The Story of Joyce Bryant

Joyce Bryant was considered “The Black Marilyn Monroe” and called “The Bronze Blond Bombshell.” She is singer and actress who achieved fame in the late 1940s and early 1950s as a theater and nightclub performer. She was called one of the most beautiful black women in the world and regularly appeared in magazines like Jet. A Life magazine layout in 1953 depicted the sexy singer in provocative poses. (born Oct 14, 1928 – alive and well) Her act was outrageously sexy; she wore provocative, tight, backless, cleavage-revealing mermaid dresses thatRead More

Queen Charlotte – African Presence in British Royalty

The riddle of Queen Charlotte’s African ancestry was solved as a result of an investigation into the black magi. A great debt of gratitude is owed the History Department of McGill University. They found at least half a dozen quotes by Queen Charlotte’s contemporaries, regarding her Africoid features. Because of its “scientific” source, the most valuable references would probably be the one published in the autobiography of the Queen’s personal physician, Baron Stockmar, where he described her as having “…a true mulatto face.“ Perhaps the most literary of these allusions to herRead More

I Am Woman

I am kali, I am gaia  I am nut, isis and mami-wata I am The One I’ve been waiting for I am the venus of willendorf I am every woman Originator of life and love A reflection of the first mother Soil below and soul above I am every periodic element Known and unknown to man I breast fed this entire planet Made it everything it is I am every woman Life goes back to one My darkness created the light I was deified before my sun I am every wombman The matrix is within me I am every woman Infinite, eternally Wonderwombman.comRead More

A Tribe That Refused To Be Captured Into Enslavement

Kru People A Tribe That Refused To Be Captured Into Enslavement  The Kru people inhabit a homeland in coastal southeastern Liberia and neighboring Cote d`Ivoire (Ivory Coast). The Kru are a tribe known for sailing. Some Kru have also migrated to the neighboring Sierra Leone to work as fishermen and dockworkers. The Kru along with the Grebo resisted Maryland settlers’ efforts to control their trade. They were also infamous amongst early European enslavers as being especially averse to capture. Their reputation was such that their value as enslaved people wasRead More

Sojourner Truth – The Different Versions of “Ain’t I A Woman?”

Sojourner Truth born Isabella (“Bell”) Baumfree; (c. 1797 – Nov 26, 1883) was an abolitionist and women’s rights activist. Truth was born enslaved in Swartekill, Ulster County New York. She escaped with her infant daughter to freedom in 1826. After going to court to recover her son, in 1828, she became the first woman of color to win such a case against a so-called white man. Sometime after gaining her freedom in 1827, she became a well-known anti-slavery speaker. She gave herself the name Sojourner Truth in 1843. Her best-known speech wasRead More

Black Privilege

Born in a system where they say I’m not privileged Yet the sun loves my skin, I am divine, genetics infinite Born in a state where brown is put down Yet my skin matches all soil on mother earth’s ground Born in a system where blacks had to sit in the back Yet I was the first to walk this earth and keep our existence intact Born in a nation where lynching was legal Yet Webster defined “Black” as bad, wicked and evil? Born is a doctrine where women areRead More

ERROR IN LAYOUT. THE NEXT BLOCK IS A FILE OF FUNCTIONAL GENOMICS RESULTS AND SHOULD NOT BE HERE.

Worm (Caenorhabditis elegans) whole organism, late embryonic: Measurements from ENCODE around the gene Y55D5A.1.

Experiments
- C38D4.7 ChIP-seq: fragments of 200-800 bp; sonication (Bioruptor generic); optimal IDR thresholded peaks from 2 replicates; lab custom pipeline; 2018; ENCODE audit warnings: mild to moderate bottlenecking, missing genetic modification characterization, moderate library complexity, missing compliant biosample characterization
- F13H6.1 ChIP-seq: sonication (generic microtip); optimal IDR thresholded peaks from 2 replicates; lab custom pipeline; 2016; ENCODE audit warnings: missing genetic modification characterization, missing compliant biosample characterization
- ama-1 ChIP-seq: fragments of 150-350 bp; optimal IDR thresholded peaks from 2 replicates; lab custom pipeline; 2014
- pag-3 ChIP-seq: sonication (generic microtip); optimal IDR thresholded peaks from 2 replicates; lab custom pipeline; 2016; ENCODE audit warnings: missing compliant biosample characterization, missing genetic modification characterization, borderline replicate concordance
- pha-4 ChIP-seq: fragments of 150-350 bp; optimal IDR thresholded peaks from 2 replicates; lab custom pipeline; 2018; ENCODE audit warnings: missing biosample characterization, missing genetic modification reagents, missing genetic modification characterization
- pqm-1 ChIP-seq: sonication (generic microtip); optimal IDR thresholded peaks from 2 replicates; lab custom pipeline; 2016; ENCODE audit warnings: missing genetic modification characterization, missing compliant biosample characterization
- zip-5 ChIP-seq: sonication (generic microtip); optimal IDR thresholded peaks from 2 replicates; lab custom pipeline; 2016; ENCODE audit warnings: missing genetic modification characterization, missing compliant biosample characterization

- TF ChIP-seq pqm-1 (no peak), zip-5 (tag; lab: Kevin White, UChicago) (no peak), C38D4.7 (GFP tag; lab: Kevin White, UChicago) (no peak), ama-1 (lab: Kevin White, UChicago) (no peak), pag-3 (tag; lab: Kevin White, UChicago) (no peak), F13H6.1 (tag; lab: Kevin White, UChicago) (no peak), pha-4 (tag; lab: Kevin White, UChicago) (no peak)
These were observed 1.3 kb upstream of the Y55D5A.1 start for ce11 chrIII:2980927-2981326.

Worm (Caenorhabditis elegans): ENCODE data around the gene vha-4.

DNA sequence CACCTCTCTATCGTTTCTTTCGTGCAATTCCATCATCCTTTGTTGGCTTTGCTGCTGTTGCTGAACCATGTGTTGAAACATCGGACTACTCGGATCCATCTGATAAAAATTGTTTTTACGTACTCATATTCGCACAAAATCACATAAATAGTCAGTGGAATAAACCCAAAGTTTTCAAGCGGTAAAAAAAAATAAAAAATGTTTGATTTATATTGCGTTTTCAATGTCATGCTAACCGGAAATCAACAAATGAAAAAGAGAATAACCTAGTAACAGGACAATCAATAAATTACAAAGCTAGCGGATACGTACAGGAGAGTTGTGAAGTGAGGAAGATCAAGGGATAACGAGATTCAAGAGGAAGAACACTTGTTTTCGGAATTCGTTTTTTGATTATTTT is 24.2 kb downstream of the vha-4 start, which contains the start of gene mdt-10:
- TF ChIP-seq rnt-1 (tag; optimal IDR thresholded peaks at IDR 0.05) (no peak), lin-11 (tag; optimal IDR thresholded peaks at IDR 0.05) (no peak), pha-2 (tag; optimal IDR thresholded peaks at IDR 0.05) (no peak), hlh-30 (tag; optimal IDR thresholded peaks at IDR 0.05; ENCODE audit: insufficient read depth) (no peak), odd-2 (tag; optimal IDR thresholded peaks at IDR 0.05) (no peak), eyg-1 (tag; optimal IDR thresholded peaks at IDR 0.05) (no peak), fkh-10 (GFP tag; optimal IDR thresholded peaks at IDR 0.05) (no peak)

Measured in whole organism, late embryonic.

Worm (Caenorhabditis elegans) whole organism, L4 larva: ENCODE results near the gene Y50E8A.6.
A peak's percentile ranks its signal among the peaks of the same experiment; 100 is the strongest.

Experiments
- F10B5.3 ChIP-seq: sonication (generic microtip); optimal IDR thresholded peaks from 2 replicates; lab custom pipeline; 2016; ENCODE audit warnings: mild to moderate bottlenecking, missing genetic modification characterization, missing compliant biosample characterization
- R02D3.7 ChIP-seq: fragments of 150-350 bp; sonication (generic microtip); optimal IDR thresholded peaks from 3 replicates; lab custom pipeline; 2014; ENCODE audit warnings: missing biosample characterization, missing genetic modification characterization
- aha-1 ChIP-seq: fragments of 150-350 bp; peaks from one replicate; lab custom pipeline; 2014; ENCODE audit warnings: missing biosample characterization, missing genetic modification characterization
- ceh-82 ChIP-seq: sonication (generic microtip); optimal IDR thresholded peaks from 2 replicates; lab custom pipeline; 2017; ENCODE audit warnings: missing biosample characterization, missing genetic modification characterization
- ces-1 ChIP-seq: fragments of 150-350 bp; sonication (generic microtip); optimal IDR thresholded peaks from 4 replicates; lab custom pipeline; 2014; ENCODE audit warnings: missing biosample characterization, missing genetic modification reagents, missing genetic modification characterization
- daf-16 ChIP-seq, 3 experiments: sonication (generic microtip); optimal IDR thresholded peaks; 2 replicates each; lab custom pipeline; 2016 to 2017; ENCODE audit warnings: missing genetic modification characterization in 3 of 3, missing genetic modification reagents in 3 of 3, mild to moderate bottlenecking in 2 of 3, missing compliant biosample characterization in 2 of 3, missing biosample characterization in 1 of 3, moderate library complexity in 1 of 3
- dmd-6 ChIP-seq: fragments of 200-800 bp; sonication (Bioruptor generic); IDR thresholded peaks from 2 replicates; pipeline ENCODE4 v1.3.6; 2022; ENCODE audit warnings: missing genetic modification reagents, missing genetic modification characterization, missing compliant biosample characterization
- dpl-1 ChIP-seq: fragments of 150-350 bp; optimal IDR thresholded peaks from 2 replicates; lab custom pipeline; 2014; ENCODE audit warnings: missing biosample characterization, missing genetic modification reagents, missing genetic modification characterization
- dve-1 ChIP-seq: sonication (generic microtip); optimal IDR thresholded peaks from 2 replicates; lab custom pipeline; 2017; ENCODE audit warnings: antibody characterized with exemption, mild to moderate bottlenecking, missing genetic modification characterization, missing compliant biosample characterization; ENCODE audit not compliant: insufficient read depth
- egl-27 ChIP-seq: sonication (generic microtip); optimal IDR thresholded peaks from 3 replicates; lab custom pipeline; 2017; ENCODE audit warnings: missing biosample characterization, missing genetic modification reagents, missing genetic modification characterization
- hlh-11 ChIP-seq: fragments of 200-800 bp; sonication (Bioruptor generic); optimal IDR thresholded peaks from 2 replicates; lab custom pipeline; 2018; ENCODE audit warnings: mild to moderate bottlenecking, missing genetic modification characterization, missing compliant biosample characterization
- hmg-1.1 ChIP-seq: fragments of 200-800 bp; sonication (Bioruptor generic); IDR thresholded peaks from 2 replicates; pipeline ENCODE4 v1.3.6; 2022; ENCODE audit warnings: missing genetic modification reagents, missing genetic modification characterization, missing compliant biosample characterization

Torn Apart

Birthed this nation from her navel Built civilization from her babies Took her stories and painted their faces Made first million off her creations A symbol of rape, lynching and slavery A symbol that fought against liberation Just the good ole boys fighting for free labor Couldn’t enslave grown minds, so they split families to break you Let’s breed more and more baby negros Programmed them all to feel inferior Whip their behinds to let them know Nigger is a line on how far you can go This land isRead More

The Black Fives – First Women’s Basketball Teams

The Black Fives First Women’s Basketball Teams   The term Black Fives refers to all-black basketball teams that thrived in the United States around 1904. Early basketball teams were often called “fives” in reference to the five starting players. Some of the first all-male teams were known as colored quints, colored fives, Negro fives, or black fives. Dozens of all-black teams emerged during the Black Fives Era, in New York City, Washington, Chicago, Pittsburgh, Philadelphia, Cleveland, and other cities. They were sponsored by or affiliated with churches, athletic clubs, socialRead More

Fearless Warrior Queen Nanny

Fearless Warrior Queen Nanny (c. 1685 – c. 1755) Queen Nanny, a Jamaican national hero, was a well-known leader of the Jamaican “Maroons” in the 18th century. In Jamaica when slavery was at it’s peak a number of West Africans fled the plantations to form tribes in the mountains. These people were called a derogatory Spanish name “cimarrons” or “Maroons” which meant savage, but they were very civilized, and extremely organized with the intent of freeing their brothers and sisters. The so-called Maroon tribes are said to have inter-married withRead More

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